Alabama Court of Civil Appeals
If you’re not happy with the decision reached in your circuit court case, you can appeal your case to the Alabama Court of Civil Appeals located in Montgomery, Alabama.
The court of civil appeals has jurisdiction over appeals in which the amount of controversy does not exceed $50,000.
The court also has jurisdiction over appeals in workers’ compensation cases and domestic relations cases, including annulment, divorce, alimony, child support, adoption and child custody cases.
There are 5 judges on the Alabama Court of Civil Appeals. They are elected in statewide elections to 6-year terms. A presiding judge is the administrative head of the court.
Supreme Court of Alabama
The Supreme Court of Alabama is the state’s highest court. It consists of a chief justice and 8 associate justices.
Your personal injury case will probably not be heard by the Supreme Court of Alabama. The Court has the authority to:
- Review decisions by all the lower courts of the state
- Determine matters over which no other court has jurisdiction
- Hear appeals in disputes exceeding $50,000
The Supreme Court of Alabama makes rules governing the administration, practice and procedures for Alabama’s courts.
There are 3 federal courts in Alabama:
- United States District Court for the Middle District of Alabama
- United States District Court for the Northern District of Alabama
- United States District Court for the Southern District of Alabama
Federal courts are courts of “limited jurisdiction” because they can ONLY hear the following types of cases:
- Cases that involve a violation of the U.S. Constitution or federal law
- Cases in which there is complete diversity
Chances are your personal injury lawsuit doesn’t involve the U.S. Constitution or a federal law (although it’s possible). It’s more likely that your case has “complete diversity.”
Complete diversity exists when:
- The plaintiff lives in a different state than the defendant, and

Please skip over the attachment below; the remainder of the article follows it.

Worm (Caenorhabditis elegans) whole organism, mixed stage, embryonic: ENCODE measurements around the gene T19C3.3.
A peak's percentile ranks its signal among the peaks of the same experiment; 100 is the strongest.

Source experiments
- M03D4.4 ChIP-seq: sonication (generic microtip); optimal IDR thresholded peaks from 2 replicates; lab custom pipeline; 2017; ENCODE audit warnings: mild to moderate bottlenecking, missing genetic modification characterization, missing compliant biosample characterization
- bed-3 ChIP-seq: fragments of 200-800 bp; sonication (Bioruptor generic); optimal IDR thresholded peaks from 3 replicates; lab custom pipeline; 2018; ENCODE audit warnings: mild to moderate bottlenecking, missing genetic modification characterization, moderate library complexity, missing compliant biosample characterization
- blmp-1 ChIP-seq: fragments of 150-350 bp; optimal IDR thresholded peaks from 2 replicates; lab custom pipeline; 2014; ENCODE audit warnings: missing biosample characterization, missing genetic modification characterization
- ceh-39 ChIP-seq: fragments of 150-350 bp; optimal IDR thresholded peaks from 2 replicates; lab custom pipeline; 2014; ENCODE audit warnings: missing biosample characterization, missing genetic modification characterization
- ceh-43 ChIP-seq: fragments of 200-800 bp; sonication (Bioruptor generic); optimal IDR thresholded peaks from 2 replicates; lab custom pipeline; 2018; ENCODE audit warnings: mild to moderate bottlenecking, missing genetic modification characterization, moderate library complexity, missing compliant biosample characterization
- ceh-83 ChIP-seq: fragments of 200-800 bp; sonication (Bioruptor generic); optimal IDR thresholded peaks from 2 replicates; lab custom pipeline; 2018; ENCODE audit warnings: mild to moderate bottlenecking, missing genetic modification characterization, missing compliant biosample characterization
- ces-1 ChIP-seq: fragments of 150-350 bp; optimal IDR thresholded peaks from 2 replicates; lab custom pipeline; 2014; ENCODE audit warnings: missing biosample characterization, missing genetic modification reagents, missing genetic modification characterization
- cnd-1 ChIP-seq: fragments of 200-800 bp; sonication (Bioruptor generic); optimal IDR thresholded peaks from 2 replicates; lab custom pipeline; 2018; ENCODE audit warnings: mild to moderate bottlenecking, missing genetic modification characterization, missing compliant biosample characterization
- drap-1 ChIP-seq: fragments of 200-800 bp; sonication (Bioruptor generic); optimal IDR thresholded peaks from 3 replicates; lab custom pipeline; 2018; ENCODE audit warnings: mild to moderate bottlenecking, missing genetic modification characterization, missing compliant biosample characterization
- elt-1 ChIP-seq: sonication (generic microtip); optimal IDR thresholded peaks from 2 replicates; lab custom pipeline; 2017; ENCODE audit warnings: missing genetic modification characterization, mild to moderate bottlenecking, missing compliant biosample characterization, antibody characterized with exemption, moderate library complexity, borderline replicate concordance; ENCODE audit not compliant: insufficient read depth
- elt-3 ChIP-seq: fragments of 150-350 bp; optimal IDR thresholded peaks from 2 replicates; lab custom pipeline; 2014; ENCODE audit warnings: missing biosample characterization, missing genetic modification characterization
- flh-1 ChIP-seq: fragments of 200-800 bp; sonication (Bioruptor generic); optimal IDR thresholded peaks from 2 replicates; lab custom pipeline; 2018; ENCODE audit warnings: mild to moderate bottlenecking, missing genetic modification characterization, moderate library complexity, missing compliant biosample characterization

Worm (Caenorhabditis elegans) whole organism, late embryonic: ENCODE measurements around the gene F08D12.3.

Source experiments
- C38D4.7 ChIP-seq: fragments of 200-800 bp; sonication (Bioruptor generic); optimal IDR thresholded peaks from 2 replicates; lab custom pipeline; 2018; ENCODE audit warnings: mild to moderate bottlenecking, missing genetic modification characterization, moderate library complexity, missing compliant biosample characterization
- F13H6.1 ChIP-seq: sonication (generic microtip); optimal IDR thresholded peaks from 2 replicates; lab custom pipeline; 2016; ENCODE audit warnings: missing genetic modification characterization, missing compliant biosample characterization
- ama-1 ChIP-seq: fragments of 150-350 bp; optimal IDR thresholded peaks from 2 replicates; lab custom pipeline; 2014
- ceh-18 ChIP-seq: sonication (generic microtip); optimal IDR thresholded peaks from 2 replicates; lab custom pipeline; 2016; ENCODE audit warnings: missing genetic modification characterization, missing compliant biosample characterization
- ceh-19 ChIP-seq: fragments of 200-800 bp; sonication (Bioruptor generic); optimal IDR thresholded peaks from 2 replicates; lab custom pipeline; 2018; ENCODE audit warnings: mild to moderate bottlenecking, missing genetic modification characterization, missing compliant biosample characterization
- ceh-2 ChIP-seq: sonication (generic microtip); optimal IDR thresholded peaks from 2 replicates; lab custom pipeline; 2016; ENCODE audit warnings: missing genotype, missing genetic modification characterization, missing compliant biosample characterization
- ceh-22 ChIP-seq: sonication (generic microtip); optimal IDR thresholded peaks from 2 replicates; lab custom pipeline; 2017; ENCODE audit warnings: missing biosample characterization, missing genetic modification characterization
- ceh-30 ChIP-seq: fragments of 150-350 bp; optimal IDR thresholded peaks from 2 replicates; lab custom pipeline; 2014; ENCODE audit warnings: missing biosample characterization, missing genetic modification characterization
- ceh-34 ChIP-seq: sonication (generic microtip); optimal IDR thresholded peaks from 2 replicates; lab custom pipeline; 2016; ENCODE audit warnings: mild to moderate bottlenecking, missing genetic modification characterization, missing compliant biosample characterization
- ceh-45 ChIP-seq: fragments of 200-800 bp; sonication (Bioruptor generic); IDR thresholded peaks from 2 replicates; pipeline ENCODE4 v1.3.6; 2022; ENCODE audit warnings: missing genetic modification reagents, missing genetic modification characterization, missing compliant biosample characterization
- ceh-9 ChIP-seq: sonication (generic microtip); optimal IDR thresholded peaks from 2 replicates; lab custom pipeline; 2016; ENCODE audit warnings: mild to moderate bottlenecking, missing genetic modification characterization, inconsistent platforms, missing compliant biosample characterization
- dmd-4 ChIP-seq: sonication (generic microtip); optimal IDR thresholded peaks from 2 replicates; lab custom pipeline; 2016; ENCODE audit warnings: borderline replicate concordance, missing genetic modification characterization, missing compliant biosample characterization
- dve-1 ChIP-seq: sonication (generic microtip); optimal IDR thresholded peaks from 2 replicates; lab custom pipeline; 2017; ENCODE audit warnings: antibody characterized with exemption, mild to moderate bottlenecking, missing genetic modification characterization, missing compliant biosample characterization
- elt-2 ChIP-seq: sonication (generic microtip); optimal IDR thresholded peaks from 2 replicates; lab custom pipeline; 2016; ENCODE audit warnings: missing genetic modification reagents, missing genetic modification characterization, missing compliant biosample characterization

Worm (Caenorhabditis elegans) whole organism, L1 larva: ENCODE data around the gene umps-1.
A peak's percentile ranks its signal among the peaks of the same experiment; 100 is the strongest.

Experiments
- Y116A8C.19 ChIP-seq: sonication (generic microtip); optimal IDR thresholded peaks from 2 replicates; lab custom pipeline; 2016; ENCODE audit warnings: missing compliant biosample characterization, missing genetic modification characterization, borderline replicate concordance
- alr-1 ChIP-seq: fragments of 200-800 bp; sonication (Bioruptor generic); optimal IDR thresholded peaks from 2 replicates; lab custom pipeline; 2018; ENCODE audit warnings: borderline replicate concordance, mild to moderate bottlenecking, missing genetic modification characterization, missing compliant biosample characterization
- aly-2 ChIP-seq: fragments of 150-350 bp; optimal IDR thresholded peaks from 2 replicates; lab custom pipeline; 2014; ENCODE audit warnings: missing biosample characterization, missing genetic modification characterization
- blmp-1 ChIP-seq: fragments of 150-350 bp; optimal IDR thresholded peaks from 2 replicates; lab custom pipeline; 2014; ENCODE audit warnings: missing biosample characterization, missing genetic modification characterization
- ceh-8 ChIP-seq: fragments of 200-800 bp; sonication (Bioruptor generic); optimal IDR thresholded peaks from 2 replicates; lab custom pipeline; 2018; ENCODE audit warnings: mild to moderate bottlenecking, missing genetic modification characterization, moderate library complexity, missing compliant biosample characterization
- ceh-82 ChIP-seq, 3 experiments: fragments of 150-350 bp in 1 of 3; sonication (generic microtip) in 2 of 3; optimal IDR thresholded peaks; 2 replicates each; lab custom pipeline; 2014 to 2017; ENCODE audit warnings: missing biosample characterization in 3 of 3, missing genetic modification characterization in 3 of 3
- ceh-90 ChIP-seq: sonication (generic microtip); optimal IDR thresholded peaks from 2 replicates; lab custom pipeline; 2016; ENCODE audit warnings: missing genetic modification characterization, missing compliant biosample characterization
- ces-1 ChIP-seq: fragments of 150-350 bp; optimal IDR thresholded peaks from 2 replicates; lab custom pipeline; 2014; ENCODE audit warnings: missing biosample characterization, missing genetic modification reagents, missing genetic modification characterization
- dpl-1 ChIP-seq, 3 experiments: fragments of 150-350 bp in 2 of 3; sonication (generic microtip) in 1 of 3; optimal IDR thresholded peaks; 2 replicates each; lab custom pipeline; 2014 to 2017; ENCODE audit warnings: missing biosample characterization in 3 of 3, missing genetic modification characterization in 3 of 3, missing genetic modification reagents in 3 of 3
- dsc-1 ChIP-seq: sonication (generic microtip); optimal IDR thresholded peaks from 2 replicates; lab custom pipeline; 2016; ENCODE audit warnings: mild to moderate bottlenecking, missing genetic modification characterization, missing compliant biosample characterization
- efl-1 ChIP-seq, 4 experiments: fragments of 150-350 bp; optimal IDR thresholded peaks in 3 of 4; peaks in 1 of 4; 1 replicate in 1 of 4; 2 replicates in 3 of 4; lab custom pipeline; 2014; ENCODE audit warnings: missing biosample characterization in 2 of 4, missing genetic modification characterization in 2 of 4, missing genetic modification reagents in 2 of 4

- The case in controversy (the total amount of damages claimed) is more than $75,000.
Just because your case can be filed in federal court doesn’t mean it has to be filed in federal court. You can choose, instead, to file in state court, though the opposing party might try to “remove” your case to federal court.
Choosing a venue for your personal injury case
Once you’ve figured out the appropriate court system, you need to decide the proper venue. The term “venue” refers to the geographic location of the court.
In other words, you may decide you need to file your case in circuit court, but the circuit court of which county?
In most personal injury lawsuits, you can file your lawsuit:
- In the county where the defendant lives, or
- In the county where the accident occurred
Let’s look at an example:
You’re involved in a car accident in Montgomery with a driver who was intoxicated. You decide to sue the intoxicated driver for $30,000.
You live in Washington County. The defendant lives in Tuscaloosa County.
Where can you file your personal injury lawsuit?
In the above scenario, you can either file your lawsuit in the Tuscaloosa County Circuit Court (where the defendant lives) or the Montgomery County Circuit Court (where the accident occurred).
You can’t file your lawsuit in federal court because you don’t have complete diversity, and no federal laws were violated. What’s more, you can’t file your lawsuit in small claims court (the amount in controversy exceeds $6,000) or district court (the amount in controversy exceeds $20,000).
Unfortunately, you can’t file your lawsuit in Washington County even though it’s where you live. This is because the Alabama venue rules (and the venue rules of all states) are concerned with making sure defendants can’t easily be dragged across the country by plaintiffs.